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PostPosted: Tue Aug 23, 2016 7:01 am
 


Title: Canadians now spend more on taxes than on food, clothing and shelter combined, study finds | Financial Post
Category: Economics
Posted By: shockedcanadian
Date: 2016-08-23 06:52:59
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PostPosted: Tue Aug 23, 2016 7:01 am
 


I actually think it is slightly higher, but it's within one standard deviation of my own estimation.


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PostPosted: Tue Aug 23, 2016 7:07 am
 


And that's why the Fraiser Institute is ridiculed regularally. StatsCan has similar median incomes per family, and but the Fraiser institute includes things like CPP and EI payments that the family doesn't make into it's 'tax paid' calculations. :roll:


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PostPosted: Tue Aug 23, 2016 7:09 am
 


http://www.canadiancapitalist.com/the-f ... an-family/

Not the first time either.


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PostPosted: Tue Aug 23, 2016 7:10 am
 


http://www.lop.parl.gc.ca/content/lop/r ... i-21-e.htm


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PostPosted: Tue Aug 23, 2016 7:18 am
 


DrCaleb DrCaleb:
http://www.canadiancapitalist.com/the-fraser-institute-and-average-canadian-family/

Not the first time either.


Fraser institute logic:

"A millionaire paid $300,000 in taxes. A minimum wage worker paid zero taxes. That's an average $150,000 in taxes per person! How are minimum wage workers going to afford that?"


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PostPosted: Tue Aug 23, 2016 7:37 am
 


Also, even thought this study is bullshit, the fact that the basic necessities of survival now cost so little that we spend more on public services like education and healthcare?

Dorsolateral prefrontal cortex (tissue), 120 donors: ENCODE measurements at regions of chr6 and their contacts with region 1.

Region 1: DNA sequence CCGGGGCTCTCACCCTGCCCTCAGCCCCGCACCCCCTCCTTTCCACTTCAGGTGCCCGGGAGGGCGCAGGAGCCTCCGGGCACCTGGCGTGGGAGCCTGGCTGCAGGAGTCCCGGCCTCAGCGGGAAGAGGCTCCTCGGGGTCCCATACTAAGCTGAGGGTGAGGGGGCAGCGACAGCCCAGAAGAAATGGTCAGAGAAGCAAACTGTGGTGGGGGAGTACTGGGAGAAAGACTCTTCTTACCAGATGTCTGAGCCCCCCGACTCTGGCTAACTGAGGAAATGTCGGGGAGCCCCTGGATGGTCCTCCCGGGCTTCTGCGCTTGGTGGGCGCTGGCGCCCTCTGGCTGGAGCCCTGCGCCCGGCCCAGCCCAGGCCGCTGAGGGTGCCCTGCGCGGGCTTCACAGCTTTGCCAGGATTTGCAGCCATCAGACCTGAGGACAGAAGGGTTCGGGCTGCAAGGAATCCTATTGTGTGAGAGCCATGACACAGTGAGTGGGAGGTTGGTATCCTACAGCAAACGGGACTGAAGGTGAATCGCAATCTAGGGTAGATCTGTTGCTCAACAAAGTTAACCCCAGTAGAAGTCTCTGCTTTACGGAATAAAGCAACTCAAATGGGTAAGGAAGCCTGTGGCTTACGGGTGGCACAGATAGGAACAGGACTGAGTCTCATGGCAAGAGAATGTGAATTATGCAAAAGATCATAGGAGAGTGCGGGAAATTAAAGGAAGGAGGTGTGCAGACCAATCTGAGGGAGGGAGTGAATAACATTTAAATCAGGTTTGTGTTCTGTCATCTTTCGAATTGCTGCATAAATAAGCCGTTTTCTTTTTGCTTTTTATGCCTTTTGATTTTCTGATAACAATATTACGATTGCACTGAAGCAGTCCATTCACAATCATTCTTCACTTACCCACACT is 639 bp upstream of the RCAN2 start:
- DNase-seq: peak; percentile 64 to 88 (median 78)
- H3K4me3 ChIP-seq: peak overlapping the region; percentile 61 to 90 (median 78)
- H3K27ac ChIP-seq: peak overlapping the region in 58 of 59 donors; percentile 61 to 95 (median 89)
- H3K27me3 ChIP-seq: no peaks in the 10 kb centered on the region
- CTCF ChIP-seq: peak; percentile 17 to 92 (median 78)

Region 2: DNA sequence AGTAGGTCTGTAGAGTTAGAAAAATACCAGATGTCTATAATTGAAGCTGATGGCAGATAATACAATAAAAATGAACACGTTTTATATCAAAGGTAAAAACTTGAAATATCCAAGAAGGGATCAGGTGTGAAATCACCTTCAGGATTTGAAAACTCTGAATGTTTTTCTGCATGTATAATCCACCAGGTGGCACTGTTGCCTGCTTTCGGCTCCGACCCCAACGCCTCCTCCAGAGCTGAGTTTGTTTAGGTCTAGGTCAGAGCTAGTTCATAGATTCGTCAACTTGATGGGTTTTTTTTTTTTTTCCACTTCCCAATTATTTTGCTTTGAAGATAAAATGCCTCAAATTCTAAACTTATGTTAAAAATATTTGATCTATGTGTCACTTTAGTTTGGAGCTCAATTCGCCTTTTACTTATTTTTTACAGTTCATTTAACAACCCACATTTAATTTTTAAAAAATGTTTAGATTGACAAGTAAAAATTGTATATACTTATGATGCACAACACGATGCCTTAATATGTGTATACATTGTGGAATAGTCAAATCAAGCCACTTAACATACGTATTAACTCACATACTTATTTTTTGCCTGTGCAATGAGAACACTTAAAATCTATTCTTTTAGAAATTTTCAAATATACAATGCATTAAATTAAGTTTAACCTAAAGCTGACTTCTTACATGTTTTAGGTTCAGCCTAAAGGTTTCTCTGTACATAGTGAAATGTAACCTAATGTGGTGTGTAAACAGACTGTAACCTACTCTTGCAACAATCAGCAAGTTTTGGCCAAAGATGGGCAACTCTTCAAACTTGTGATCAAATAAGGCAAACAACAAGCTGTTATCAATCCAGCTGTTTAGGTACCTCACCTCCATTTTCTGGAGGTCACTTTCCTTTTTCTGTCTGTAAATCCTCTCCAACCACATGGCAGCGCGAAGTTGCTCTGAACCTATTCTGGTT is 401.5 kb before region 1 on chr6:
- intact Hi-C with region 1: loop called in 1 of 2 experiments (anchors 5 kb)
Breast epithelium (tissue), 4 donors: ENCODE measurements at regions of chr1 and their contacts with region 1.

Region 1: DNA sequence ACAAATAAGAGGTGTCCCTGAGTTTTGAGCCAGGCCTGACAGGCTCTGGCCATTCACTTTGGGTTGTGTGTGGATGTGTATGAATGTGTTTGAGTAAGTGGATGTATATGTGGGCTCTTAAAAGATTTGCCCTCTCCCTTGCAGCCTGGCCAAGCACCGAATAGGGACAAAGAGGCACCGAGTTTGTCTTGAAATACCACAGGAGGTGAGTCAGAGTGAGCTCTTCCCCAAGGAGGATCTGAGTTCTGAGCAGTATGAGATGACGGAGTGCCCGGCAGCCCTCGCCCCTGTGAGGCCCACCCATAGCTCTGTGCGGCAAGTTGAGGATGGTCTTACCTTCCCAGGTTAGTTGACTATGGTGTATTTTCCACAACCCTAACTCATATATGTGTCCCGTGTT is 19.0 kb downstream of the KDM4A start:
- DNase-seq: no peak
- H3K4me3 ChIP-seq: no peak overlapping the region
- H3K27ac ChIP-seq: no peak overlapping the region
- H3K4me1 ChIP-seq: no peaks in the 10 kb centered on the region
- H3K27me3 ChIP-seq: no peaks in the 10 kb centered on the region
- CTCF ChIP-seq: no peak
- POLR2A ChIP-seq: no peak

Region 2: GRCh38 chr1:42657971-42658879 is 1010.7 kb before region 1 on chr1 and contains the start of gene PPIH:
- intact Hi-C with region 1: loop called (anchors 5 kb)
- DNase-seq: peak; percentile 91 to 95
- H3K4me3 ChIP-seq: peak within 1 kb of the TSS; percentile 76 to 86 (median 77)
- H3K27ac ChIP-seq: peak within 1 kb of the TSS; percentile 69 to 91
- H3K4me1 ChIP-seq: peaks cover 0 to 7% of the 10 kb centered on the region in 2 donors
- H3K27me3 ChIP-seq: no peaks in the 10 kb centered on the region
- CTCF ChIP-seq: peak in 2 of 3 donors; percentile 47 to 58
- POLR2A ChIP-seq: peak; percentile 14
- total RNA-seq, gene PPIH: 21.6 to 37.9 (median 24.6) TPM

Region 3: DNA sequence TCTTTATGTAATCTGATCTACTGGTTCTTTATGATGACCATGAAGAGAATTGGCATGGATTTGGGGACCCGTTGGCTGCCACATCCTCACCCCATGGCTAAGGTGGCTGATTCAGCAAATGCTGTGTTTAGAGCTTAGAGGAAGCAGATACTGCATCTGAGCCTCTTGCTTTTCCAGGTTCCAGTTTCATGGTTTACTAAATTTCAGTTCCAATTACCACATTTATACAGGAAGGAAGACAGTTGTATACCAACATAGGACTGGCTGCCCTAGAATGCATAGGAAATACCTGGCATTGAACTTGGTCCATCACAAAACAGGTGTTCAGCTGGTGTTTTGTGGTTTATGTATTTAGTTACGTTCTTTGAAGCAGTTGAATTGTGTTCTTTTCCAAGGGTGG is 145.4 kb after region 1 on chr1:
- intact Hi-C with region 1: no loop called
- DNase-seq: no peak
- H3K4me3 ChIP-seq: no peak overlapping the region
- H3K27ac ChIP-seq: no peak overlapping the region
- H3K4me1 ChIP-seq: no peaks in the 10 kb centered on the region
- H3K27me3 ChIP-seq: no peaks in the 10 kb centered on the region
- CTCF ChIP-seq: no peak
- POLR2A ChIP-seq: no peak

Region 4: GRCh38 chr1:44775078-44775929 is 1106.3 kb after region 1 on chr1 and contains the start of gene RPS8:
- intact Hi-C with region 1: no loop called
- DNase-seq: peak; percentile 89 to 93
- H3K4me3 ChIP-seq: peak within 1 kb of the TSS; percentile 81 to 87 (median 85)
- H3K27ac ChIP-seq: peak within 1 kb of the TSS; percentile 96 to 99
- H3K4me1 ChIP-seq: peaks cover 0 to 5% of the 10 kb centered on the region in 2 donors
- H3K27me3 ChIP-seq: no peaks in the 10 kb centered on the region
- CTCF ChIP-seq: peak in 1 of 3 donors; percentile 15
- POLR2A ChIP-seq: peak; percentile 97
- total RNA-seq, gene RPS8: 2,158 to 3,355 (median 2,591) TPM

Also, as this author puts it:

$1:
The Fraser Institute's annual Consumer Tax Index report generated some media buzz with its outlandish claims about just how much taxes have risen since 1961. Before you get worked up about this, consider that 1961 was over half a century ago, before the time of universal health care that we all benefit from, before the Canada Pension Plan and the Guaranteed Income Supplement that hugely reduced poverty for seniors, before the Canada Child Tax Benefit which is helping lower child poverty (though not enough!).There are big problems with the Fraser Institute report’s methodology which lead them to grossly overestimate the tax bill of the average Canadian family.

The Fraser Institute misleadingly includes all business taxes, import duties and resource royalties in the tax bill of the average family....


http://www.progressive-economics.ca/201 ... es-latest/


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PostPosted: Tue Aug 23, 2016 7:45 am
 


Tax me I'm Canadian.


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PostPosted: Tue Aug 23, 2016 7:47 am
 


I thought you said you're long-term unemployed. What taxes do you even pay?


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PostPosted: Tue Aug 23, 2016 7:47 am
 


shockedcanadian shockedcanadian:
Tax me I'm Canadian.

Way WAY back in 2003 I moved from Alberta to Kentucky and my tax rate went up.


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PostPosted: Tue Aug 23, 2016 7:49 am
 


DrCaleb DrCaleb:
http://www.canadiancapitalist.com/the-fraser-institute-and-average-canadian-family/

Not the first time either.


In BC the govt likes to brag how it keeps taxes low. Instead it charges user fees for anything and everything, and squeezes billions out of the public insurance and hydro companies, so that they have to raise rates. Puts more of the burden on lower income earners, since these fees are regressive.

People love to bitch about taxes, but ask them to give up the things that the taxes buy, and all of a sudden it's different story.


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PostPosted: Tue Aug 23, 2016 7:56 am
 


For the opposing viewpoint:

$1:
Tax-funded services a 'bargain:' study

COLIN PERKEL
TORONTO — Canadian Press
Published Wednesday, Apr. 15, 2009 8:44AM EDT
Last updated Friday, May 15, 2009 2:13PM EDT

Canada's average middle-income family would have to spend more than half its pay cheque to buy health care, education and the other "free" public services now paid for with tax dollars, a new analysis finds.